Director Robert Carsen and revival director Paula Suozzi, unfortunately, lack imagination when it comes to moving this outstanding cast around on stage. Too often, they are left stationary when singing an aria, as Lensky and Prince Gremin do. Even the ballroom scenes seem stilted, especially the second act waltz. And the third act Polonaise is sorely disappointing, a lost opportunity for dancing, which is taken up instead with an odd transition directly from duel to ball where we watch Onegin getting dressed. The addition of four professional dancers is barely noticeable, though the dozens of supernumeraries and Lyric chorus members are.

Considering the current political climate and our president’s questionable relationship with Russia, it is timely to be reminded of an altogether different era, when Russia produced operas of superlative beauty. Yet, after the linguistic diversity of this season (three French operas, two German, two Italian, and one Russian), next season will return to a more typical Italian-oriented repertoire (four Italian, three French, one German). Eugene Onegin proves, however, that the Russian deserves a fuller hearing.

photos by Todd Rosenberg

Eugene Onegin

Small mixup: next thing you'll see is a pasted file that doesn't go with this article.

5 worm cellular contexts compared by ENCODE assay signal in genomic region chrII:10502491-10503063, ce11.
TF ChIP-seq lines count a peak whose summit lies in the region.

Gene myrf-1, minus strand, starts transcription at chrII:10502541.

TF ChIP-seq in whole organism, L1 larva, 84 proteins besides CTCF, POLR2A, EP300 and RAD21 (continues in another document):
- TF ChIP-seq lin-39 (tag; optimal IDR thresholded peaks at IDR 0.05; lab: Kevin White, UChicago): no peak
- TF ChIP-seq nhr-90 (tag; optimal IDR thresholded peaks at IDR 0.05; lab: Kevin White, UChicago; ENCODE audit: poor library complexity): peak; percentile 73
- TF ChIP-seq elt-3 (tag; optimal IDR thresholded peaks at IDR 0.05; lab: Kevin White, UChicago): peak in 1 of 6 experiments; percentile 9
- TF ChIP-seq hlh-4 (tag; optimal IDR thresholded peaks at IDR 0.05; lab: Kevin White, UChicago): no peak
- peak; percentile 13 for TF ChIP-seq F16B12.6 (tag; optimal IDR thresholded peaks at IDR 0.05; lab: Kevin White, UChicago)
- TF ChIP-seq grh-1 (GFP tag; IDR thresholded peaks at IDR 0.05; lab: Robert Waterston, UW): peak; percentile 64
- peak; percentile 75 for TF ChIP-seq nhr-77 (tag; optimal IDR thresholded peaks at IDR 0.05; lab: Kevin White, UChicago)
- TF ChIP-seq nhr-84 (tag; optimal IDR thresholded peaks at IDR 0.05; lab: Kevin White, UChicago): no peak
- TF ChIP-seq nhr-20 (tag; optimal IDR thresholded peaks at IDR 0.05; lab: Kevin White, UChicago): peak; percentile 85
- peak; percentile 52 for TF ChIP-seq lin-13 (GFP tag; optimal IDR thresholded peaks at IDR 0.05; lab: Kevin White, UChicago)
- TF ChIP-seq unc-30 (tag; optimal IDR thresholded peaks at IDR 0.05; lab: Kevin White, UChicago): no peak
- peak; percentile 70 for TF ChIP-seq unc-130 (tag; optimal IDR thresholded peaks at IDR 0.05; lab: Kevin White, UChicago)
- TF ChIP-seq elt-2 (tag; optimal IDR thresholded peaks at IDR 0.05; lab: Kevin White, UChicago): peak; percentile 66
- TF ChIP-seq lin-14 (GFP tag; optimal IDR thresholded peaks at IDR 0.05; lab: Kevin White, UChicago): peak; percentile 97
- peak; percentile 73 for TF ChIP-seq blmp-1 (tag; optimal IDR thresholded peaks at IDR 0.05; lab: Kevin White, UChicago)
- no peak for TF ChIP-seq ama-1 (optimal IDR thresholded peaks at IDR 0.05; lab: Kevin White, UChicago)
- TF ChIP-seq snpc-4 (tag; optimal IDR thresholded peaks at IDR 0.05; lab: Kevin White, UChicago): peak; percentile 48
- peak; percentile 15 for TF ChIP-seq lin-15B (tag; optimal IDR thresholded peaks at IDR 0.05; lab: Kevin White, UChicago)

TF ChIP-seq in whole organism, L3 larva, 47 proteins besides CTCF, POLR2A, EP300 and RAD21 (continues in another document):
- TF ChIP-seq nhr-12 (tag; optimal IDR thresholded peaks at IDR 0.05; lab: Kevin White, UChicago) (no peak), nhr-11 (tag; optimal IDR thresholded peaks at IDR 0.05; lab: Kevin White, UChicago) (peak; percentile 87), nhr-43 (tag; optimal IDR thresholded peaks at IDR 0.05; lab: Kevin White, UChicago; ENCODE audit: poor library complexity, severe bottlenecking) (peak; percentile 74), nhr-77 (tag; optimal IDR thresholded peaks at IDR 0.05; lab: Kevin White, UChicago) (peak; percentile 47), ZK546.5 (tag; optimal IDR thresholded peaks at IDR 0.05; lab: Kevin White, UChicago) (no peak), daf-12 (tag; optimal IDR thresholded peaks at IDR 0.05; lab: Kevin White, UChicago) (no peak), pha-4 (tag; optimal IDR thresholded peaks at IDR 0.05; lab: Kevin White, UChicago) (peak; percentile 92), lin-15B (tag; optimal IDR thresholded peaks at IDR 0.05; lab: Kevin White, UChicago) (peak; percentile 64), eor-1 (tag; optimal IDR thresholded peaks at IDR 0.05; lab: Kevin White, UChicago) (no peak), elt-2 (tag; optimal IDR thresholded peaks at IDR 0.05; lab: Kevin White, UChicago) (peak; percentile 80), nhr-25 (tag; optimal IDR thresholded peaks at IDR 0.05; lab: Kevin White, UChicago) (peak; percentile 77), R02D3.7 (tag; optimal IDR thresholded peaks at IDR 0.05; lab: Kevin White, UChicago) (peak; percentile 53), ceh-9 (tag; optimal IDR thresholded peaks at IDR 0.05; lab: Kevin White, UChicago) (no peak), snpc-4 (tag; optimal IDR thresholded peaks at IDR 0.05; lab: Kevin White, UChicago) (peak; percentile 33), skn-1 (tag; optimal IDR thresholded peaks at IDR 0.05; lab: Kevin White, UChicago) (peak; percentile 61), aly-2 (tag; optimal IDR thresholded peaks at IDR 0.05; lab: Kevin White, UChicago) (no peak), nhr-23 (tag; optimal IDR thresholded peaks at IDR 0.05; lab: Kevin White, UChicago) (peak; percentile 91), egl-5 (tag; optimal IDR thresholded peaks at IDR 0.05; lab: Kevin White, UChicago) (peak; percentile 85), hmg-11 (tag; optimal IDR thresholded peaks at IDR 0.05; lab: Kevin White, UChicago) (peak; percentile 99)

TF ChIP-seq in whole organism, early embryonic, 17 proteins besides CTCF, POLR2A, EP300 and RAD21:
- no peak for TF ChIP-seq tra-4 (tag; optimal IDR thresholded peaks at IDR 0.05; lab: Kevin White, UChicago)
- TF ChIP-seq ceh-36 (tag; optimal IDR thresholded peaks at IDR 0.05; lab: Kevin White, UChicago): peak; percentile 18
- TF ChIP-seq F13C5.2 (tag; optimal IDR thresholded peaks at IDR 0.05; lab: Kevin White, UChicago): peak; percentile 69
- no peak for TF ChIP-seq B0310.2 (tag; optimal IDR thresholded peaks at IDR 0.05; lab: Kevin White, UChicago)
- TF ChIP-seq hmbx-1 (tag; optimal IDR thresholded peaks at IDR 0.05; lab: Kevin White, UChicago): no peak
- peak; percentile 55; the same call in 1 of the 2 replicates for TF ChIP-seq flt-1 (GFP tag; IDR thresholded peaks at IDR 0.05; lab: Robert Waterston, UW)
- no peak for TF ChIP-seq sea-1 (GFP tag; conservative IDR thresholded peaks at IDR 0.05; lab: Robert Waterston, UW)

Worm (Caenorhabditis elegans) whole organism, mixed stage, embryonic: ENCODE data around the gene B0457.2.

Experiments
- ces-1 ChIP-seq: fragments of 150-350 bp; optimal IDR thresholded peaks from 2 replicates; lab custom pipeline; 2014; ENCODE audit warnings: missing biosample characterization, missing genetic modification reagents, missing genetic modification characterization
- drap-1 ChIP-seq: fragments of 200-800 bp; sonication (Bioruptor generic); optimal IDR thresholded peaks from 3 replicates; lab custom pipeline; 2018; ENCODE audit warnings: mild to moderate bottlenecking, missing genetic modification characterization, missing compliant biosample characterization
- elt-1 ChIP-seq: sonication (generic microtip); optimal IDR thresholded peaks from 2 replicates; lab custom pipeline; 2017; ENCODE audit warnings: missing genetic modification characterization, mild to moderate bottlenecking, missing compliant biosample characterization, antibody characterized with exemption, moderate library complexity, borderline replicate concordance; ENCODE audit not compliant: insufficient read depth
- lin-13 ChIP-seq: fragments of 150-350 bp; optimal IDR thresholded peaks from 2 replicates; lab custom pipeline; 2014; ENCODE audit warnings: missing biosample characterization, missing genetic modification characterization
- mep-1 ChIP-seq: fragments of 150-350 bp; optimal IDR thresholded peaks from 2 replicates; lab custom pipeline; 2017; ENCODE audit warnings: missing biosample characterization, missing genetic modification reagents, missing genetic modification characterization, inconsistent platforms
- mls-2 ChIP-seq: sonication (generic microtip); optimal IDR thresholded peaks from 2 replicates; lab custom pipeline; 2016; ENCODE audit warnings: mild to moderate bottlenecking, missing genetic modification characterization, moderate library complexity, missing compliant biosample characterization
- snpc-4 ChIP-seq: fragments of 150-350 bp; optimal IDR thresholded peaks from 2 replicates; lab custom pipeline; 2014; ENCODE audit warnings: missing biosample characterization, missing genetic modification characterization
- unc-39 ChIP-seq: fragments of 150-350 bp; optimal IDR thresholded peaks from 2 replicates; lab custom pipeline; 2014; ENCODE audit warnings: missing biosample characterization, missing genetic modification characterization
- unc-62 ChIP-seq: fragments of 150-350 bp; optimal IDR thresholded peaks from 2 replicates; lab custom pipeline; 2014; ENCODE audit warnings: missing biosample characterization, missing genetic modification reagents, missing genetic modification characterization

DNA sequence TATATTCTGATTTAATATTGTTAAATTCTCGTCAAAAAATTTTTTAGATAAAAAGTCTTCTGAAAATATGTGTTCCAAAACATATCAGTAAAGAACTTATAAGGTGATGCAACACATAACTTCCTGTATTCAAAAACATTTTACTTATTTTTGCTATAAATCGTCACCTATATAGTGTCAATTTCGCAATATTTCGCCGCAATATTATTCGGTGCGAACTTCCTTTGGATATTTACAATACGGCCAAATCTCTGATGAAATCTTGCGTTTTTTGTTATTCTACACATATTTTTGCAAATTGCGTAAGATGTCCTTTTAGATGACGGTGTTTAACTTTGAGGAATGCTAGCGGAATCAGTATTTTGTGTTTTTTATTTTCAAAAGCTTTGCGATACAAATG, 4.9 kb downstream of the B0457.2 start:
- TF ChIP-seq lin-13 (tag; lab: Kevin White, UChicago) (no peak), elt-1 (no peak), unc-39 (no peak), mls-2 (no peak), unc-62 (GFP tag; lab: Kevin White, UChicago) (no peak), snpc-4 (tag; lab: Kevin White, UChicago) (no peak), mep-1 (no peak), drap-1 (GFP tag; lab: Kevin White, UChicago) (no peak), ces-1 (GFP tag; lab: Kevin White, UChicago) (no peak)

Lyric Opera of Chicago
Civic Opera House, 20 N. Wacker Drive
ends on March 20, 2017
for tickets, call 312.827.5600 or visit Lyric Opera

for more shows, visit Theatre in Chicago

{ 2 comments… read them below or add one }

Frank O March 1, 2017 at 8:40 pm

I found this to be a destruction of Tchaikovsky’s masterpiece. The choreography was infantile: The director and choreographer destructed the second act by playing the Act III opening waltz at the end of Act II while having the chorus and supernumeraries move chairs and dress Onegin. This was a mockery of Tchaikovsky’s beautiful opera. I simply did not understand the insane choices here.


Kate Caruso March 22, 2017 at 8:54 am

I have to respectfully disagree with Frank O – the transition from Act 2-Act 3 was a gamble, certainly, and I agree with the reviewer above who questioned the decision to effectively drop one of the two large-number dance scenes – moments this opera sorely needs. But the creative segue of this production gave back at the same time that it took away: it made for a more dynamic transition from Act 2 to Act 3, and poignantly juxtaposed the horrible violence of Act 2 with the gaudy, social scene in Act 3. Eugene Onegin was the tie and key to both, with this staging, and it gave a wordless window into the psychological state of Onegin. It was an intimacy with the titular character that we needed. Who on earth is Onegin? This mini-scene at least posed the question, even if it could not possibly answer it.
I agree that Lyric’s creative gambles have largely NOT paid off recently, and I understand Frank’s reluctance to praise a tactic that has more reliably disrespected the score (and the viewers) this season and last than adorned it (I’m looking at you, Figaro). But this particular moment had none of that loud disdain; it was tasteful, modest, etc. Moreover, it was a feature that added to the depth of the delivery, and it deserves acknowledgement. In a production that suffers a bit from a “stand and deliver” traditionalism, this was an imaginative choice that seemed modern while remaining conservative. Let’s keep open minds!